Editorial: Nassau’s inadequate response to crime surge

Editorial: Nassau’s inadequate response to crime surge

There were several troubling parts to County Executive Bruce Blakeman’s response to the 75% rise in crime in Nassau in the first three months of the year.

But perhaps the most concerning was Blakesman’s latest argument on how New York’s reformed bail laws have contributed to the increase in crime in Nassau and throughout the state.

“These criminals are allowed out without having to post bail, without any accountability for their actions and the number of crimes they have committed,” Blakeman said in an interview with Blank Slate Media last week. “It’s dangerous and its made us all less safe.”

Let’s set aside the discussion of whether bail should be required for non-violent crimes and how much discretion should be given to judges – and how much discretion the current bail law allows.

But what about the concept of innocent until proven guilty, the underlying legal right in this country for the past 250 years?

Based on his comments, Blakeman appears to believe that anyone arrested is guilty and everyone accused of a crime must post bail regardless of whether they can afford to.

No doubt, doing away with innocent until proven guilty would have certain advantages. We could do away with the time and expense of lawyers, juries and judges and just let the police decide the guilt or innocence of people.

Then again we wouldn’t be living in a country guided by the rule of law.

Blakeman is also wrong about accountability. It is called a trial where prosecutors present evidence, defense lawyers respond, judges preside and juries of their peers decide on innocence or guilt.

This seems to be a truth rarely if ever mentioned in the debate on bail laws. If you are convicted of a crime, there are consequences. You go to prison.

This also raises the question of whether state courts are providing a speedy trial, a right protected under the 6th Amendment.

The fair way to get criminals off the streets is for the courts to uphold that right.

Also troubling is Blakeman’s almost exclusive focus on bail reform as the reason for Nassau County’s surge in crime without any facts to back his argument.

Blakeman signed an executive order in January that cites a need to  “increase transparency by disclosing in daily reports the pending criminal case data and bail status of those rearrested” by the Police Department.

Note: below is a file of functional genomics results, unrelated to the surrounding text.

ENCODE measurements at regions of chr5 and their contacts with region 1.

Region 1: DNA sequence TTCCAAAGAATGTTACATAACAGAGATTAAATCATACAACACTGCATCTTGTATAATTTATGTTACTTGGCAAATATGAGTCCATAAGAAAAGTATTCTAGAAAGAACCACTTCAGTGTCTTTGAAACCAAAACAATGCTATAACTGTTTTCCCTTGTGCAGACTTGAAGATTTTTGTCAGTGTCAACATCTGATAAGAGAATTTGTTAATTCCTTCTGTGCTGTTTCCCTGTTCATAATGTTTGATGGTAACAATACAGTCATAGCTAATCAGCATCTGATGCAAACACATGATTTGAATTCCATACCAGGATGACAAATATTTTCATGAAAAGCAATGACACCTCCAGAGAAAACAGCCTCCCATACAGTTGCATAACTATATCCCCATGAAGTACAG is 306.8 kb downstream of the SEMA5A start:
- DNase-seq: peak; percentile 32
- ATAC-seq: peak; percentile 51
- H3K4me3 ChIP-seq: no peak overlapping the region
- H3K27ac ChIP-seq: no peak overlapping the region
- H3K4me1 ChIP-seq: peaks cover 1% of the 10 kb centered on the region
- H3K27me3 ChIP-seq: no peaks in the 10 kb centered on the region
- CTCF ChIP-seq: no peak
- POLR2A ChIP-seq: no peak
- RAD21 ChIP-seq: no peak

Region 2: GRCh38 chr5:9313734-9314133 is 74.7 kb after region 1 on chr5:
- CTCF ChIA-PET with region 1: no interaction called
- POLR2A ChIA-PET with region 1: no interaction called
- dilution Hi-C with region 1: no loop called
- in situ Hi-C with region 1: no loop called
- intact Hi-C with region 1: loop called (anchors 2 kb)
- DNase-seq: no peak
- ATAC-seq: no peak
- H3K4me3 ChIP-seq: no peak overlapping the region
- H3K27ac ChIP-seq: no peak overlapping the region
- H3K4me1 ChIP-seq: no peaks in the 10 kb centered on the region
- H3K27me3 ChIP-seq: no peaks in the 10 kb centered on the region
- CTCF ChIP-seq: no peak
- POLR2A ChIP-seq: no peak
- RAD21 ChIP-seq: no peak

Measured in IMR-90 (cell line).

But six months later he has yet to release their results. Why not?

We would think we would have those numbers if they supported his oft-repeated claim that bail law reforms were the cause of the increase in crime in New York.

Rep. Lee Zeldin, the Republican candidate for governor and a close ally of Blakeman, is calling for an end of cashless bail for all crimes — including violent offenses.

New York’s Democratic-led Legislature approved sweeping changes to the state’s bail system in 2019, limiting pretrial incarceration for people accused of most nonviolent offenses.

At the time, tens of thousands of people mostly black and brown were in jail because they could not afford bail.

Lawmakers have twice amended the law to tighten rules for repeat offenders, give judges greater discretion in setting bail and direct judges to consider whether a defendant is accused of seriously harming another person or has a history of gun use.

The Albany Times Union said an analysis of bail laws in January – before bail laws were tightened in April – showed that 2% of the 100,000 people released without bail had been rearrested for violent felonies.

That means 98,000 people did not commit a crime after their release. Statistics are not available for people released on bail who then committed violent felonies.

If Nassau County has information showing different results, then that information should immediately be publicly released and presented to the state Legislature.

By focusing almost exclusively on bail reform, Blakeman also appears to be removing responsibility for rising crime from himself and Nassau police.

This hardly inspires confidence that they will bring the crime rate down.